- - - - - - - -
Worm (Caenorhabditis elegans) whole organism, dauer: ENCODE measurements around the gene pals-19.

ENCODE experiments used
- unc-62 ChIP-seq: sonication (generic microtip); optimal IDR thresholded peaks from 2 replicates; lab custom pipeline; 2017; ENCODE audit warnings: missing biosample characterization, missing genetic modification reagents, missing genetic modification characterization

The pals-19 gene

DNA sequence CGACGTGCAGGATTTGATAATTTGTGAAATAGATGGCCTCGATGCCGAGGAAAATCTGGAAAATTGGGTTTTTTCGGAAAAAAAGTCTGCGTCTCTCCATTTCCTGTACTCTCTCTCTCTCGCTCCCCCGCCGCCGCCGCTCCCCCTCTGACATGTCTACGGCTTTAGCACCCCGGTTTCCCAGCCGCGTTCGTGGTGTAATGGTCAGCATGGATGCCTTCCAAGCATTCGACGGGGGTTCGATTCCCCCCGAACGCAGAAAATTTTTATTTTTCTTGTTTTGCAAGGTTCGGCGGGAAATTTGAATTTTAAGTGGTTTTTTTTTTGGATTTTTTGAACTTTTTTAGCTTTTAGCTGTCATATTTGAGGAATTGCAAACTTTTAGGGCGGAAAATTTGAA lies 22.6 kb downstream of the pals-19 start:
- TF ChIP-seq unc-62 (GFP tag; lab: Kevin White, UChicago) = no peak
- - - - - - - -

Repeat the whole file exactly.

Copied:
Worm (Caenorhabditis elegans) whole organism, dauer: ENCODE measurements around the gene pals-19.

ENCODE experiments used
- unc-62 ChIP-seq: sonication (generic microtip); optimal IDR thresholded peaks from 2 replicates; lab custom pipeline; 2017; ENCODE audit warnings: missing biosample characterization, missing genetic modification reagents, missing genetic modification characterization

The pals-19 gene

DNA sequence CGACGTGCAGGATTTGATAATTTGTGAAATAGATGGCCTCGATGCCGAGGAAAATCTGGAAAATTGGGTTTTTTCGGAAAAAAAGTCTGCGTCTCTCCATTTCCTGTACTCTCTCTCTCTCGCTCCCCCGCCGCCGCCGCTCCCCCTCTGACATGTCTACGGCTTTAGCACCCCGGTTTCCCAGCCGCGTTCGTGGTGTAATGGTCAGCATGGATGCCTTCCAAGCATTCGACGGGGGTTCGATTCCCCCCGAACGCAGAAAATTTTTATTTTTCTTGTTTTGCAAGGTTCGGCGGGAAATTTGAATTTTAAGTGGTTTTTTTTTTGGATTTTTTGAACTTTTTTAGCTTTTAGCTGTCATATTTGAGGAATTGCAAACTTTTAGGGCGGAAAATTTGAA lies 22.6 kb downstream of the pals-19 start:
- TF ChIP-seq unc-62 (GFP tag; lab: Kevin White, UChicago) = no peak